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Top 10 Things to Know Before Traveling to Turkey

Turkey is one of the most popular tourist destinations in the world, and for good reason. Its rich history, vibrant culture, and beautiful landscapes make it an unforgettable experience for travelers. However, there are some things you should know before visiting Turkey. Here are ten things that will help you avoid any cultural faux pas while traveling in this amazing country:

The euro is accepted everywhere.

The euro is accepted everywhere in Turkey, so you can use it at hotels, restaurants, and shops. This is good news for travelers who don’t want to exchange their currency into the Turkish lira. The only exception to this rule is that many places won't accept cards that don't have a chip or pin technology (like older debit or credit cards). In these cases, bring cash!

If you are traveling from Europe to Turkey or vice versa, you will encounter no problems using your euros anywhere in either country because both use the same currency: the Euro.

English is widely spoken.

If you’re traveling to Turkey, you should know that English is widely spoken. In fact, it’s the second most popular language in Turkey after Turkish. While many people can speak some English (or German), not everyone will be fluent—so it never hurts to have a phrase book handy.

There are lots of stray cats and dogs.

  • There are lots of stray cats and dogs.

You're not imagining it: there is a disproportionate amount of stray animals in Turkey. The cats are everywhere, and they're not abandoned or aggressive—they're just hanging out all over the place, looking for food or attention.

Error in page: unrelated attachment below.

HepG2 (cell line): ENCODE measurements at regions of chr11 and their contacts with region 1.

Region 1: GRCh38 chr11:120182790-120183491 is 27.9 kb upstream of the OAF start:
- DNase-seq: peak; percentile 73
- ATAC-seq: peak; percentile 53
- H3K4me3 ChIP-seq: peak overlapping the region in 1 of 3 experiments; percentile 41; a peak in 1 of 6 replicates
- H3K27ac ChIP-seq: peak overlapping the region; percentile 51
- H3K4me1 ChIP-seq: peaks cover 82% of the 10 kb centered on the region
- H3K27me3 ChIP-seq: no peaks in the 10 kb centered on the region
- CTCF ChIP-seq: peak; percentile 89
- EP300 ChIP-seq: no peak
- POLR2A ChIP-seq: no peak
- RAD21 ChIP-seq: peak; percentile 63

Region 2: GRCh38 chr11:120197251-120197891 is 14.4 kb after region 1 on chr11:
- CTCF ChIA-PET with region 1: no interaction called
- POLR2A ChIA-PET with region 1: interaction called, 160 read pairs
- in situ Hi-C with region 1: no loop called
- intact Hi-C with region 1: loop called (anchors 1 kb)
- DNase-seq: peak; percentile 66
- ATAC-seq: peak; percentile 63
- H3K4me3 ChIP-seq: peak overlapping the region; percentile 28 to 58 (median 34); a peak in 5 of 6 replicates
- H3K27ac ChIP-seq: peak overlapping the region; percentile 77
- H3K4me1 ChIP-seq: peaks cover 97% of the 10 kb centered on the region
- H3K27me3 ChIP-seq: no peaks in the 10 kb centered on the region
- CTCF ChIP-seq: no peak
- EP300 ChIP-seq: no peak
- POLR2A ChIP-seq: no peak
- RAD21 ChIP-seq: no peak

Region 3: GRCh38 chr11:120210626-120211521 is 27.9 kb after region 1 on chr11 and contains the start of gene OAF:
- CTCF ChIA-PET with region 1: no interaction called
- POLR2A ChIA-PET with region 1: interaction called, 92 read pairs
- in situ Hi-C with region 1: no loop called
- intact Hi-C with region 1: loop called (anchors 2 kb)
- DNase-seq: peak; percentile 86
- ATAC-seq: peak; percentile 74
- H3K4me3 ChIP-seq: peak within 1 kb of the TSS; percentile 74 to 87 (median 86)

• They aren't dangerous at all. They are friendly and will follow you around, even if you don't have any food to give them! They might also try to get onto your lap while you're eating or sitting down somewhere (this is a big reason why many people say that stray animals in Turkey tend to be more "friendly" than those back home). Just be aware that there are very few places where pets are allowed other than outdoor restaurants with outdoor seating areas; this means that most Turkish cat owners bring their pets inside for dinner when going out for dinner at night time (which means even more cats around).

Most Turkish people don't drink alcohol on a daily basis.

Drinking is not widely accepted in Turkey. Alcohol is expensive and hard to find, so most people have a glass or two of wine with dinner if they feel like it, but not on a daily basis. Drinking in public is frowned upon and can be considered rude. It’s also not very common for people to drink alcohol in taxis or at hotel bars—you’re more likely to see them having coffee or tea instead.

The phrase "No problem" does not automatically mean "yes" to everything you ask for.

You may hear the phrase “No problem” in Turkey. But it does not automatically mean “yes.” When a Turk says “No problem”, it means they understand what you are saying and they will do their best to help you out. It is not an automatic signal that you can ask for anything and get it! The phrase is used frequently to show understanding and politeness, so don't take offense if someone says this to you!

Here are some other common phrases that might help explain things better:

  • "Thank you" (teşekkür ederim) - This is a very important expression in Turkey, as it shows respect towards others. It's also one of the first things people learn when they start learning Turkish!

  • "Do you speak English?" (Ingilizceniz var mı?) - While many Turks are fluent in English and other European languages like French or German, some only know Turkish as their first language. If someone doesn't speak your native tongue well enough for communication purposes yet still wants to be friendly by asking if there's any chance of helping out despite the language barrier between yourself and them--that person probably won't be offended if instead of replying immediately with something like "Yes!", instead simply say something like: "Oh sorry but I have no idea what happened just now..." (Çok üzgünüm ama şu sözcüğü hiçbir zaman anlayamadım)."

Turks are proud of their country and its history.

Turks are proud of their country and its history. They also have a lot of pride in their culture and heritage, as well as their food and drink. Turks are also very proud of their achievements in science and technology.